Tip 1: So you don't have to memorize encyclopedias or art books in advance, rather train your artistic skills and creativity. You will also find many real exams from recent years on the Internet that you can work on for practice.

At most universities, you are given the tasks individually, for example one in the morning, one in the afternoon and one in the evening, and this gives you fixed times for the individual tasks. Some universities also give you five tasks at once that you have to finish by the end, so that you can organize the time and order yourself.

The university usually gives you a list of material that you need or might need. Some universities also provide you with a few materials. So don't rush into expense, as a rule you don't need every color in watercolor, oil, crayons, markers, etc.

The face-to-face interview is often held during the other exams and usually lasts no longer than 5 to 15 minutes. To do this, while you are working on a task, you will be called out and shown to the meeting room. There you have time to spread out your portfolio (and, depending on the case, your homework and / or a task that has already been completed) before the examiners come and talk to you.

Do not be afraid of this conversation, even if you have probably heard a lot of horror stories about it. The examiners want to get to know you better and be able to assess your personality a little better, so it's less about technical knowledge. Many testimonials are about the fact that the examiners appeared quite critical, verbally torn up the presented work and put the applicant to grief. That can actually happen, and it might just be a bit of luck which strategy the examiners choose for you. Because many applicants also report very relaxed conversations and a very friendly and open atmosphere.

Typical conversation questions you can prepare for:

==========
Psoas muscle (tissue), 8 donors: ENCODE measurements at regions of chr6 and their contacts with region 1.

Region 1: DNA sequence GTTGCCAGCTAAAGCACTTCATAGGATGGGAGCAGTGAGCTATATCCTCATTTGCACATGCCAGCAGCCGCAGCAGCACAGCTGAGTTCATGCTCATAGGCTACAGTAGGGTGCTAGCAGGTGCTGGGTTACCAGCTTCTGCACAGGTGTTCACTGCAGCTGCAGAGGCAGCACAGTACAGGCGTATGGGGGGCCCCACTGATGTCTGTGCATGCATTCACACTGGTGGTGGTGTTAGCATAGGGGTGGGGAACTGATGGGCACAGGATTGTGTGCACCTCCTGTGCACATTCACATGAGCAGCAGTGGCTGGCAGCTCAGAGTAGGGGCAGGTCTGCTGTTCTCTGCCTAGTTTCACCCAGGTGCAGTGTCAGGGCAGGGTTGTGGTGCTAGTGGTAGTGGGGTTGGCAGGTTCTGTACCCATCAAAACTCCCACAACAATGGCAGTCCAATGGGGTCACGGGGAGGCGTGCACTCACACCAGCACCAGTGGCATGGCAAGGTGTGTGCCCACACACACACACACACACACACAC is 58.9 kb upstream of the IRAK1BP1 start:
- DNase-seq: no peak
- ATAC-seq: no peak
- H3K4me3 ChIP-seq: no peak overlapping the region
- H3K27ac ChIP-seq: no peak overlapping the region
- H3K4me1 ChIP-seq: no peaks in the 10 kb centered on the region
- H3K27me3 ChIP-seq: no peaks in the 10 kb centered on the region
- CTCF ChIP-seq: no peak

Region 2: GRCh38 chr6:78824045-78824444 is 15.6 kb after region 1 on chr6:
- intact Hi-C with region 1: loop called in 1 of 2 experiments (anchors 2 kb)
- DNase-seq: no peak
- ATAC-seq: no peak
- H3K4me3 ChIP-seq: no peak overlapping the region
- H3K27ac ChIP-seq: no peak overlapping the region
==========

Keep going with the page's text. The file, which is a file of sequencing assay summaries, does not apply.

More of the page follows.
• Why this college?
  • Why this subject?
  • Favorite artists / designers / styles etc.
  • Where do you want to go professionally?

Tip 2: In any case, do not take possible "attacks" by the auditors personally. Often times, they just want to test your ability to criticize and see how you deal with their allegations. But it can't hurt to be prepared in advance that the conversation might get a little rougher. Then you are not so surprised and can respond to the criticism more objectively.

Tip 3: As a rule, you will be supervised during the waiting period or the exams of the first or second semester. See this as an opportunity, because this way you get real testimonials. So if you still have unanswered questions, talk to the students, because no one can give you such honest and direct answers.

The individual examination tasks as well as your portfolio and / or term paper are usually assessed individually and then result in the overall grade. Sometimes the parts are not rated equally, but the portfolio counts more than the other tasks, for example.

The time at which the grades are announced also varies. Some find out right after the exam, others have to wait one to two, sometimes four weeks for the result.